You have to consider the fact, ESPECIALLY in suburbia, that populations change dramatically. If you’re moving somewhere urban, the population is somewhat steadfast. But especially in these “new” towns that popped up with the housing boom, it’s simply impossible to know what schools will be like 5-10 years down the road, and almost pointless to choose one place over another because of their current school system.

Post # 14
3942 posts
Honey bee

For us it was a consideration, but not something we based our final decision on. We dont have children yet and plan to sell the house in 7-10 years. By that time our future children will probably be school age. At that point, school system will most likely be a deciding factor in our  home search. Unfortunetly, due to our budget we couldn’t “have it all” with our first home and we are ok with that.


Post # 15
538 posts
Busy bee
  • Wedding: May 2010

I think its something to consider if not for you and your future children but for potential buyers.  

That said, I agree with Penguin, schools and populations do change.  However, I think some of the most struggling schools are not quickly turned around.  If there is a really bad school that your house is zoned for now, more than likely its not going to be a stellar school when you either have kids or go to sell the house in 8 years.  Maybe shoot for something mediocre?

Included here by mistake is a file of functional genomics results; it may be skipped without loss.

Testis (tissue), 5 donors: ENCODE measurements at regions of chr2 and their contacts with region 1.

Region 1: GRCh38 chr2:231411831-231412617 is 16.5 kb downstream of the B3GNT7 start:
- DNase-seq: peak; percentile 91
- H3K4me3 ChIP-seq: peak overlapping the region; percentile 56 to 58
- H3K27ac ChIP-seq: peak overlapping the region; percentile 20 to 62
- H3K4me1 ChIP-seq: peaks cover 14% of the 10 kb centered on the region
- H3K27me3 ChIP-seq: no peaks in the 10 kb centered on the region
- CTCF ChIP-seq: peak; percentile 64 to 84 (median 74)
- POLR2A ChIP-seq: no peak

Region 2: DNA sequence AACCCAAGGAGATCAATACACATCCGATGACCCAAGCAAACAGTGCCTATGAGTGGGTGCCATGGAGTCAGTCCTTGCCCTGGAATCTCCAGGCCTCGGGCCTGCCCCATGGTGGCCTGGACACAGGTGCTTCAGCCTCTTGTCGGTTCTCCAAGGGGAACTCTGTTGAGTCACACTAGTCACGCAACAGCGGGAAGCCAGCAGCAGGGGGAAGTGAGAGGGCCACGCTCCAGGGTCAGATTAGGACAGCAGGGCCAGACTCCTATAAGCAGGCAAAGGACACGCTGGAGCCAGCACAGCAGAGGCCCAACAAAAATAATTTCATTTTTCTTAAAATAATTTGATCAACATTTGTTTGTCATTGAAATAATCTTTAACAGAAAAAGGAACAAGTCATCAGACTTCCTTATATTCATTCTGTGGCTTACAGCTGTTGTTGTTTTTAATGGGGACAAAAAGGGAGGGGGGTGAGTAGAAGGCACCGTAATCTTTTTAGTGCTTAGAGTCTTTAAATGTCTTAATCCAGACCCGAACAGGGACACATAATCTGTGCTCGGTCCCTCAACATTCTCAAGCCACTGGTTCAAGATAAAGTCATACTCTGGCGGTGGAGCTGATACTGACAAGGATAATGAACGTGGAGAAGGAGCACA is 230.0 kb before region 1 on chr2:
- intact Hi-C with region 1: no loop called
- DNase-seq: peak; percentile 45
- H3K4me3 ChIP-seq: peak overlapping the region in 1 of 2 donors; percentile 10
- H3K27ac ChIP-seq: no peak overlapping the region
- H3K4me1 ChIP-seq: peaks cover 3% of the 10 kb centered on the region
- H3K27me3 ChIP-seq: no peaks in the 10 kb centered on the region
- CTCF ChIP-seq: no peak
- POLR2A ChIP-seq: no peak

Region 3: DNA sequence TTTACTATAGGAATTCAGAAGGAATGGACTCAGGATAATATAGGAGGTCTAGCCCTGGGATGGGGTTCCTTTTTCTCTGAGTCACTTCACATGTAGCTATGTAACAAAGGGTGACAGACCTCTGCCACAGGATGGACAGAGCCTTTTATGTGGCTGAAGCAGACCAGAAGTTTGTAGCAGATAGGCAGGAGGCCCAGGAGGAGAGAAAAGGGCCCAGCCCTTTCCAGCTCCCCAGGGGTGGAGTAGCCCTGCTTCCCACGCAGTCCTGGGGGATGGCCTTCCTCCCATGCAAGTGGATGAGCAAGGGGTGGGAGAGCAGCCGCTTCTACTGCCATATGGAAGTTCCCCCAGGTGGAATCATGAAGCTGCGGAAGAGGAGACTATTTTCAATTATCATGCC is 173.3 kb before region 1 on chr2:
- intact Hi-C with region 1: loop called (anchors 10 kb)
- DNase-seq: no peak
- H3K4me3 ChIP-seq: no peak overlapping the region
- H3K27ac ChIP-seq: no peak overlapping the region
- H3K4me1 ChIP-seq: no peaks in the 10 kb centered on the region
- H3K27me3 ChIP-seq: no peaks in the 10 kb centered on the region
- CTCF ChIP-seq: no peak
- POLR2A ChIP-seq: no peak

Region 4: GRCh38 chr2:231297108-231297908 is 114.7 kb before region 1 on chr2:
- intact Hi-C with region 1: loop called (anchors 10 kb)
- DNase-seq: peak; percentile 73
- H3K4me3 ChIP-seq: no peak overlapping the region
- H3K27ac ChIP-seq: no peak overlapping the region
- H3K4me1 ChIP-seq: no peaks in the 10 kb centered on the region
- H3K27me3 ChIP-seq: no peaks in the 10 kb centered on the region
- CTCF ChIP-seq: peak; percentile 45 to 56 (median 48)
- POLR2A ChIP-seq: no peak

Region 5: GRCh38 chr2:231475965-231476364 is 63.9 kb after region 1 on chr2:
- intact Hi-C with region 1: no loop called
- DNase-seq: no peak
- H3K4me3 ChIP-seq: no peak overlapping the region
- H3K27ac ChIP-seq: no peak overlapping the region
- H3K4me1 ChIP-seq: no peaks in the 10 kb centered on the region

Post # 16
1205 posts
Bumble bee
  • Wedding: December 2011

Fiance and I both grew up in the Boston suburbs in great school systems, and now we’re buying our first place…but we can’t afford a house in our hometowns.  I feel you on the long commute, too!

In order to get the space we wanted, we sacrificed a lot, including the school system.  We both figured now was a good time to buy, but we can’t afford our forever home.  We’re totally buying a starter, and not thinking about having kids for about 5 years–so it’s about 8-9 years before we’ll have to worry about the school system.  Hopefully by then we can afford an upgrade, especially since we’re investing in real estate now.